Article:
A brilliant English invention, this tart, lemony cream is truly irresistible!

Our trees are brimming with fragrant lemons and I made lots of marmalade with and without Seville oranges; I also made lemon liqueur, and this year I took the time and candied some peels (see below). I was inspired by the exquisite “tasty, bite size, fruit candy” my friend June Taylor--the marmalade-maker par excellence--makes!

With plenty of eggs from our neighbor’s hens, I decided to cook a lot because what I like most is pickled huevos haminados, which are simply delicious!


Sephardic Jews who live in Salonika, and all around the Mediterranean, prepare huevos haminados (baked eggs) as they were called in Ladino, the dialect of the Jews who were expelled from Spain. Prepared on Fridays to serve on the Sabbath, they were originally placed in a covered clay pot filled with onion skins and water and baked in a communal oven, hence the name. Later, the eggs were simmered for hours on top of the stove. The onion skins darken the white shells and give the eggs a distinctive flavor and creamy texture. 

I substituted my garden’s fava pods for the elegant green asparagus in David Tanis’ brilliant Spanish Asparagus Revuelto; the result is a humble, yet deliciously satisfying dish of scrambled eggs with fava and garlic.


Inventive Mediterranean cooks use any seasonal vegetable, herb or green, and combine them with eggs to make frittata or froutalia —the Greek version. I am thrilled to discover revueltos, the simple Spanish stir-fry of vegetables and eggs, similar to what we call strapatsada in Greece --from the Italian uova strapazzate (scrambled eggs).

On Saturday before the Holy Week, in many parts of Greece women used to bake anthropomorphic breads called ‘lazarakia’ to celebrate St Lazarus’ resurrection.

According to the old customs groups of girls called lazarines used to go around the village from home to home carrying baskets decorated with spring flowers and aromatic herbs, singing Lazarus’s carols and announcing the coming Easter feast...

The large and rich-flavored goose eggs are just an extra bonus! 

Our neighbor’s coop was repeatedly attacked by martens, the small European wild predators that seem to thrive on the island. Twice in the winter they have nested inside the engine of our pickup truck and we had to shower them with the hose because we couldn’t otherwise scare them enough to make them leave. They somehow manage to get into the coops, even if they are well-fenced with strong wire on all sides, and kill the chicken severing their heads.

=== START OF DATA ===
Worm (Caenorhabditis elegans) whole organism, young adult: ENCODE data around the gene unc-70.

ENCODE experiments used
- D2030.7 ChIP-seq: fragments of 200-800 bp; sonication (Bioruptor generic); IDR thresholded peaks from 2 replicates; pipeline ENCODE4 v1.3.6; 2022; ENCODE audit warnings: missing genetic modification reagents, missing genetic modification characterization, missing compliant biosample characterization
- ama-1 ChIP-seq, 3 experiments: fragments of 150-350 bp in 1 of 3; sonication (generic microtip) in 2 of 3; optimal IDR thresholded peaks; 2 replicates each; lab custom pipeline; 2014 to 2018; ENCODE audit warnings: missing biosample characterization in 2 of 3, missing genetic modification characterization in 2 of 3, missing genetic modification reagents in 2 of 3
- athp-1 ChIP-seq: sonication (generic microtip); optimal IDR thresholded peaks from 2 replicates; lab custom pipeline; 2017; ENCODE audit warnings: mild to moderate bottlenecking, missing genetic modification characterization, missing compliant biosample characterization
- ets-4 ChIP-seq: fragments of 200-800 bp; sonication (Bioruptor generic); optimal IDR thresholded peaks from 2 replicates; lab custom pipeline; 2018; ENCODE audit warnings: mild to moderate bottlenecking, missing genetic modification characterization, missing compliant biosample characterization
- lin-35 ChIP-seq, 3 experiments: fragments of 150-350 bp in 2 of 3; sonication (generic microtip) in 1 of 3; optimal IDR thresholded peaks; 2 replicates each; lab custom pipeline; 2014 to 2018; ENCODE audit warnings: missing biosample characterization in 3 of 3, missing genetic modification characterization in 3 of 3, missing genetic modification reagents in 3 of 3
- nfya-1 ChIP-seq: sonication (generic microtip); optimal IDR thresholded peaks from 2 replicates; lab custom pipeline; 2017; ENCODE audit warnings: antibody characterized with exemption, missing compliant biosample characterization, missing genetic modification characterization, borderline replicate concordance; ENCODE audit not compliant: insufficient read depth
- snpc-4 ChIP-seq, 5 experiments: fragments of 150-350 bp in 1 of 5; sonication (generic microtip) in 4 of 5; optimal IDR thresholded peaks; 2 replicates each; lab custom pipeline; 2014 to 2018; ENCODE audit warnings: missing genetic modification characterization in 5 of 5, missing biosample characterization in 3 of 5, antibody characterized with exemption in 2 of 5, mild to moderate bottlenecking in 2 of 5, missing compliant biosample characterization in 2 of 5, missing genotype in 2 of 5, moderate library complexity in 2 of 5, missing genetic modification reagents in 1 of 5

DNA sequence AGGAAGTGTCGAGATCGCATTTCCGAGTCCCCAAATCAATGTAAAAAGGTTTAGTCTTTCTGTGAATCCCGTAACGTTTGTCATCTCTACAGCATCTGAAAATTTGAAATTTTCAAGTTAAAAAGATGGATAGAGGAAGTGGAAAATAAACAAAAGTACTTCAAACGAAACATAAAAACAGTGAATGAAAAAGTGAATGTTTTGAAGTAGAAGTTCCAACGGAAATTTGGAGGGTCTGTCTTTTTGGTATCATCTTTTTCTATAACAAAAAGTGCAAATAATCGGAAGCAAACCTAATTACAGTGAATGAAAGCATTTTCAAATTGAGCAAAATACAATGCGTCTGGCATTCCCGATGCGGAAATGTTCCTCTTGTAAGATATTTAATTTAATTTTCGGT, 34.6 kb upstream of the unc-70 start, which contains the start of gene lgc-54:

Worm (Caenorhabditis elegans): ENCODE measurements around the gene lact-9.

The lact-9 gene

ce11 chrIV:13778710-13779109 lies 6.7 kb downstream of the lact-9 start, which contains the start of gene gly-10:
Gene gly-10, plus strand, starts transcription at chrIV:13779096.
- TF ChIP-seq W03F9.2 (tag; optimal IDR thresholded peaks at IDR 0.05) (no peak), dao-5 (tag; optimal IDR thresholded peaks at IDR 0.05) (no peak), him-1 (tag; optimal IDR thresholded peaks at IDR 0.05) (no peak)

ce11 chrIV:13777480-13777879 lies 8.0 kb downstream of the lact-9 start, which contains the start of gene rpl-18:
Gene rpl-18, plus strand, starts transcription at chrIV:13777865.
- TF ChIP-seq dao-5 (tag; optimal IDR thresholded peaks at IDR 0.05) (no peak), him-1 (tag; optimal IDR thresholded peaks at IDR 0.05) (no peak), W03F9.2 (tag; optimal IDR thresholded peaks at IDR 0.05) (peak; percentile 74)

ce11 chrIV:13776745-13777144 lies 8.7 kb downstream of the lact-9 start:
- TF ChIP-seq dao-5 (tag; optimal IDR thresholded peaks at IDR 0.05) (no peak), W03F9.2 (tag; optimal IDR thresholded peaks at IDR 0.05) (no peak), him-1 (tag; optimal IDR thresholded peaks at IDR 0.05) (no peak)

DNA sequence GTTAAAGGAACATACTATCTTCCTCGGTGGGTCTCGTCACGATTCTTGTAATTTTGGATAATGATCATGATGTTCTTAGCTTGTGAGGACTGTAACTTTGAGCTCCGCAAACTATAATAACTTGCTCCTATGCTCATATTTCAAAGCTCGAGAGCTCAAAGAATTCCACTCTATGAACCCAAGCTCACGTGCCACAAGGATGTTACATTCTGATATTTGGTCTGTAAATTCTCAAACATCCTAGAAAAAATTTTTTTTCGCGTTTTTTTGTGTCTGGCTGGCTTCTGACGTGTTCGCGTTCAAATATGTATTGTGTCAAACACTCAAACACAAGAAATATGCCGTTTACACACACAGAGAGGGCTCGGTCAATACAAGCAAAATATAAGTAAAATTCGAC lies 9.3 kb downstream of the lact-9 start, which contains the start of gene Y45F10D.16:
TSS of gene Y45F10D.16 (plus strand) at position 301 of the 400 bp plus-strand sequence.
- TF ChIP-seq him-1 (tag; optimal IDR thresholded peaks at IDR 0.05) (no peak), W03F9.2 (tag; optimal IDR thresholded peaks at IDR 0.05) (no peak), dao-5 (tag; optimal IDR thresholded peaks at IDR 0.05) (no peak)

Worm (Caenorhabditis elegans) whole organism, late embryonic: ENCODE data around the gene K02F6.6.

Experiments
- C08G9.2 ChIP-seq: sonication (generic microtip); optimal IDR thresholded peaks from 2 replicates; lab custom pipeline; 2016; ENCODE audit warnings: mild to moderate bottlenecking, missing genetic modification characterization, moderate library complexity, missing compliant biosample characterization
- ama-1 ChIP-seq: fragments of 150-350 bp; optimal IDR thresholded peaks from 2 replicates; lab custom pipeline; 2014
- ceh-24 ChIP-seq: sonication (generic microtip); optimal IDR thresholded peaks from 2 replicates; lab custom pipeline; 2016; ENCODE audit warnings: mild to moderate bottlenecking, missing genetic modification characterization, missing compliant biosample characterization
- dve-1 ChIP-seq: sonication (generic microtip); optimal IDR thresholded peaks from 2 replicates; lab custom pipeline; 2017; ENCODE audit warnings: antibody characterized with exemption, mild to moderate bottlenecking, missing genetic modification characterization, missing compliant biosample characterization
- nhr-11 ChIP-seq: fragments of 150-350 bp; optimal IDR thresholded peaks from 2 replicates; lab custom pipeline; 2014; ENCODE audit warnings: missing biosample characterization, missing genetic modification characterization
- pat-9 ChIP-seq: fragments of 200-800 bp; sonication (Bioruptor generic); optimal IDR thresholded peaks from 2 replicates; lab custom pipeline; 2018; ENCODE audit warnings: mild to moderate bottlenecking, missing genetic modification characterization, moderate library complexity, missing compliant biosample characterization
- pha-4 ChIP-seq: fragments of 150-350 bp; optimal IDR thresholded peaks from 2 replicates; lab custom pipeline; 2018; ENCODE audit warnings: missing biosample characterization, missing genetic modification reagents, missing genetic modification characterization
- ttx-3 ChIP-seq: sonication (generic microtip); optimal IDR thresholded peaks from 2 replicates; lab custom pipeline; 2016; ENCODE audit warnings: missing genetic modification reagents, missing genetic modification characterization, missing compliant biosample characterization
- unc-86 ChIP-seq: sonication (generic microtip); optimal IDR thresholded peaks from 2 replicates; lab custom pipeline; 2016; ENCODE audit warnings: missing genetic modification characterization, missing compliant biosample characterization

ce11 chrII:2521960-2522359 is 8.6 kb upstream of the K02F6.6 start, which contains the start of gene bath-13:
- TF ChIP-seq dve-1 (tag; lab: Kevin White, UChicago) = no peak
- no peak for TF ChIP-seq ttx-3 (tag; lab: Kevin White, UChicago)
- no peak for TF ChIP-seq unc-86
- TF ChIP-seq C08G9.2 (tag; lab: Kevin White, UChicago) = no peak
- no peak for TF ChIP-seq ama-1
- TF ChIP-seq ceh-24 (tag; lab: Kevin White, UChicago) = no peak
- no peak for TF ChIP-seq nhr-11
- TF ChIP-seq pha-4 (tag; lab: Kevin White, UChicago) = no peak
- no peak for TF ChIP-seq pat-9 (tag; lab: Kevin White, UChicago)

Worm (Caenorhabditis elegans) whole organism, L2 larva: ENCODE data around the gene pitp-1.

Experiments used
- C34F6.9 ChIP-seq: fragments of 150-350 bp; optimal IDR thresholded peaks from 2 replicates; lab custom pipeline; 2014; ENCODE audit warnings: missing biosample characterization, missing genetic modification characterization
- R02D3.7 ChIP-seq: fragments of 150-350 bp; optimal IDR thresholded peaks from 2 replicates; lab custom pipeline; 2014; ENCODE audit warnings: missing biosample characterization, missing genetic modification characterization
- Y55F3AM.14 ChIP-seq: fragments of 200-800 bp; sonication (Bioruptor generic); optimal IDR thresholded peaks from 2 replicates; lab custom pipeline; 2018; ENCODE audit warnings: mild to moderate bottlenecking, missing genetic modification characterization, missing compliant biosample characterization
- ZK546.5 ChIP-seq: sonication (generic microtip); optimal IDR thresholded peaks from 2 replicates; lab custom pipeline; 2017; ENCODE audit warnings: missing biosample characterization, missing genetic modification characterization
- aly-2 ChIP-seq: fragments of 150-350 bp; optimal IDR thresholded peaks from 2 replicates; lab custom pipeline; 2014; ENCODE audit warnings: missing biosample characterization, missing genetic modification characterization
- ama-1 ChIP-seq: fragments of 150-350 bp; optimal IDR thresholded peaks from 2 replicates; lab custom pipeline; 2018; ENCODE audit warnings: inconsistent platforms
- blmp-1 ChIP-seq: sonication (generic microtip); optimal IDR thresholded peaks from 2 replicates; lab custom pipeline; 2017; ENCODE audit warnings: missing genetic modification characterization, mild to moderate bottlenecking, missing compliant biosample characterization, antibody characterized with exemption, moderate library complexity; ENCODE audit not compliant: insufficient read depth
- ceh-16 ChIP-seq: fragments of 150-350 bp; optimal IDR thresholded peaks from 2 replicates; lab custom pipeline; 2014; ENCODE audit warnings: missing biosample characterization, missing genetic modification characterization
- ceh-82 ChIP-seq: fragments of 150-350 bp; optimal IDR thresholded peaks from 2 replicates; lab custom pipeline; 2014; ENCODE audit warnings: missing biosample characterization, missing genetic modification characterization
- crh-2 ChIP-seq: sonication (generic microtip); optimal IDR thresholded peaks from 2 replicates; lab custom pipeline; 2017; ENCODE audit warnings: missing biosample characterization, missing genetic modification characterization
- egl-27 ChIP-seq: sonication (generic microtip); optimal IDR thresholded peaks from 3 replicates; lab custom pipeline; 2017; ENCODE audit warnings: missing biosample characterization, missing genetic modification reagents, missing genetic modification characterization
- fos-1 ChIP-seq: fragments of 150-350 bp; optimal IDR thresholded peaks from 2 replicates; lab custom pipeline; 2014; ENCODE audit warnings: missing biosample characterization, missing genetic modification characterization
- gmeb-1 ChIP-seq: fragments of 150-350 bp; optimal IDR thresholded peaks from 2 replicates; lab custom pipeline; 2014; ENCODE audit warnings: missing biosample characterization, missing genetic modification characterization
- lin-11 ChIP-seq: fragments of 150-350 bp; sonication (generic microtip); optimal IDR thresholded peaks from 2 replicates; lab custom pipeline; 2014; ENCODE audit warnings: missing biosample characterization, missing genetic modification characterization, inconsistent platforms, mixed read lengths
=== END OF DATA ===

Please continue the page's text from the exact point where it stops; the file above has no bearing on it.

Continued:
The last of the broccoli braised with potatoes and plenty of garlic, just before we uprooted the flowering plants.

Although slugs and snails feasted on our broccoli, we had quite an abundant crop this year; certainly more than we could possibly eat. I froze a couple of bags, gave to friends throughout the winter, and now that the time has come to free the space to plant zucchini and the first tomatoes, I decided to make a quick lunch with these very last sprigs. Even Costas enjoyed this extremely simple dish, although he told me he is fed up--he was never a broccoli enthusiast, anyway.

To follow the Greek tradition I cook bacala --salt cod-- on March 25 (Annunciation day). But instead of the usual cod fritters that most people prepare, I decided to roll chard leaves around a multi-colored stuffing of fish and vegetables.

Salt cod was called ‘mountain fish,’ or ‘poor people’s fish,’ in Greece because in the old days it was cheap and affordable all over the Mediterranean, even in the remotest villages. Imported from Norway or Iceland it has now become a kind of delicacy, especially the best pieces. In Barcelona’s spectacular Boqueria market there are many different kinds of salted cod, sold already soaked and boned. In Genoa, in the maze of the old Medieval neighborhood I came across this spectacular shop where salted cod was soaking in marble basins!